Tuesday 22 May 2018

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Design for Debug and Good Advice

OK. Concept. Design for Debug. Yes. This probably means thinking more about the code before we write it, and probably writing more code, too. Is it worth it?

Well, we generally find that it takes 4 to 5 times longer for engineers to debug the code they write on our training courses, than it does for them to think about the design and write the code. Yep, the old 80 : 20 rule strikes again.

Let's look at one approach to designing easily debuggable code. We'll call the approach “destination assignment design” (TLA = DAD!).

Let's write a testbench for an arbitrary design. It can be any design, but the key issue is that the design has four modes of operation. For each mode we will need to define the stimulus for the design. The source of the stimulus we write is the mode of operation. Thus we can define the stimulus for each mode in a process, as follows...

-- inside an architecture
-- assume signals are std_logic
mode1: process
begin
-- assignments to input_1, input_2, input_3
end process mode1;
mode2: process
begin
-- assignments to input_1, input_2, input_3
end process mode2;
mode3: process
begin
-- assignments to input_1, input_2, input_3
end process mode3;
mode4: process
begin
-- assignments to input_1, input_2, input_3
end process mode4;
DUT: arbitrary port map (in_1 => input_1,
in_2 => input_2,
in_3 => input_3,
out_1 => output_1,
out_2 => output_2);

Using this coding style, we will need to ensure that the signal assignments are made in the correct temporal order, too.

Let's imagine that during simulation, we notice that the waveform of the signal input_3 is not as we intended. Yes, we need to debug the code.

Where do we begin? Any one (or two!) of the four processes could need examination; they might all need looking into. There's worse to come. It is possible there is a clash between the drivers in two of the processes on the signal input_3; this would show up as X's in the waveform viewer. This kind of problem is particularly hard to debug. Oh, of course! When you've found the clash between the mode1 and mode4 processes, you run the simulation again only to discover the clash is now between the mode1 and mode3 processes. Aaaaaarrrgh!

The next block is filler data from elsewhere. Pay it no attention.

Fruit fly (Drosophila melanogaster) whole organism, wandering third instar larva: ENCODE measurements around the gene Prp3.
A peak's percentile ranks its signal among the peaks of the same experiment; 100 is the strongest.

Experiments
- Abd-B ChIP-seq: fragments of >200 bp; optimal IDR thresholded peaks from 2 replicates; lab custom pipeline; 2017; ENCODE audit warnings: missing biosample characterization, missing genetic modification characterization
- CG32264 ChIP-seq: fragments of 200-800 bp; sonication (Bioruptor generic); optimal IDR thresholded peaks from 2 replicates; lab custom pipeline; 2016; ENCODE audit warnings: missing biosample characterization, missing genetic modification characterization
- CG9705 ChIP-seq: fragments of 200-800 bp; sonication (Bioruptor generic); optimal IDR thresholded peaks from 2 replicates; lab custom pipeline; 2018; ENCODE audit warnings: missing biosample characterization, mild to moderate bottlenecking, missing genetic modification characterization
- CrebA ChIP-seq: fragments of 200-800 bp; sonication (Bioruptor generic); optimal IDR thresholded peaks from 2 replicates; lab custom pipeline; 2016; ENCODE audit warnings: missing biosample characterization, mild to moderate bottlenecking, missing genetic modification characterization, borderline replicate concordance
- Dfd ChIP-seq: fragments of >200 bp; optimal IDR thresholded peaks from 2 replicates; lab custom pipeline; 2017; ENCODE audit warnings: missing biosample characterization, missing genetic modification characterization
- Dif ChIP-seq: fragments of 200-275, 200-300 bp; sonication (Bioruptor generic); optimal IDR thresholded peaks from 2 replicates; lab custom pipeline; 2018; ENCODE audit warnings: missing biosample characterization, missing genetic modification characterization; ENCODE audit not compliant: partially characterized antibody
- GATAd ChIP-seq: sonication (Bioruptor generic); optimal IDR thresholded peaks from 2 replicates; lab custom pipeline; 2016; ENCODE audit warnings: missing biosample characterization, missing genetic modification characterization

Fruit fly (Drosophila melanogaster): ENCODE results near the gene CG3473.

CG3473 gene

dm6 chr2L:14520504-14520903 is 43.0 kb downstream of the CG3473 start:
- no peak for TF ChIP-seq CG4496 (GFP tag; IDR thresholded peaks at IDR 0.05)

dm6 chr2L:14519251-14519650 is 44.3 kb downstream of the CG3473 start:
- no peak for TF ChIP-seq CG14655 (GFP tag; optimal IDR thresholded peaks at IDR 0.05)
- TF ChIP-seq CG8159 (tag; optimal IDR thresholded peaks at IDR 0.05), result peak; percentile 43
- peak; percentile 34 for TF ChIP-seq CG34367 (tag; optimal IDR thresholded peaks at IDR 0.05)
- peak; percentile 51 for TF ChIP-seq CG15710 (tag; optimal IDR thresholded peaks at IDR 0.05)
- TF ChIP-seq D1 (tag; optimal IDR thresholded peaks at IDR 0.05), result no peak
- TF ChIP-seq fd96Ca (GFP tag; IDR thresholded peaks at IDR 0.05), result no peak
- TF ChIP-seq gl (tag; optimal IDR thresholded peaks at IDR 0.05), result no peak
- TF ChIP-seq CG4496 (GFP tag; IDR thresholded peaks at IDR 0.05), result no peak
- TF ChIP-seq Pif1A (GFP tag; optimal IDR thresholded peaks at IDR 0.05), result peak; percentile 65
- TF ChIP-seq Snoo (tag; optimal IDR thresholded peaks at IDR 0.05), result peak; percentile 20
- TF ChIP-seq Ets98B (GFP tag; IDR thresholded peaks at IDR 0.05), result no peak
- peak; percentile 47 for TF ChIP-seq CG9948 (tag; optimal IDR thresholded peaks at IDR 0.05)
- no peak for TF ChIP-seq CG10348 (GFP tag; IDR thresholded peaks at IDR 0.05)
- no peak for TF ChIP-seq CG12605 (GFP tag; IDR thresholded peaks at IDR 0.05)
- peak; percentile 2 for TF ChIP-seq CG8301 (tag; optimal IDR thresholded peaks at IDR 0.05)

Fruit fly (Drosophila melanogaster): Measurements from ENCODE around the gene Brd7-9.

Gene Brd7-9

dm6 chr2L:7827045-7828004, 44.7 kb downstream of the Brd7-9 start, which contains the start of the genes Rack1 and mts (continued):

It is better to write the code as one process, as follows...

all_modes: process
begin
-- mode variable assigned here
case mode is
when mode_1 =>
-- assignments to input_1, input_2, input_3
when mode_2 =>
-- assignments to input_1, input_2, input_3
when mode_3 =>
-- assignments to input_1, input_2, input_3
when mode_4 =>
-- assignments to input_1, input_2, input_3
end case;
end process all_modes;

In the single process style, we don't have to worry about temporal ordering of signal assignments and there is no possibility of multiple drivers.

We can take this approach one stage further. Each stimulus signal and the assignments to that signal are made in independent processes.

-- one of four processes
sig_3: process (mode)
begin
case mode is
when mode_1 =>
-- assignment to input_3
when mode_2 =>
-- assignment to input_3
-- and so on...
end case;
end process sig_3;

In the original code, we were writing code determined by the source of the stimulus behaviour, i.e., the mode of operation is the source.

The approach we have taken here is to write our code with a view to assigning values to the DUT inputs, the destinations of the stimulus functionality. If we need to debug the input_3 signal, we know exactly in which process to look. In addition, we won't get side tracked by other signal assignments floating around in that same process.

Oh, one last tip - wait until the bus stops before you get off!

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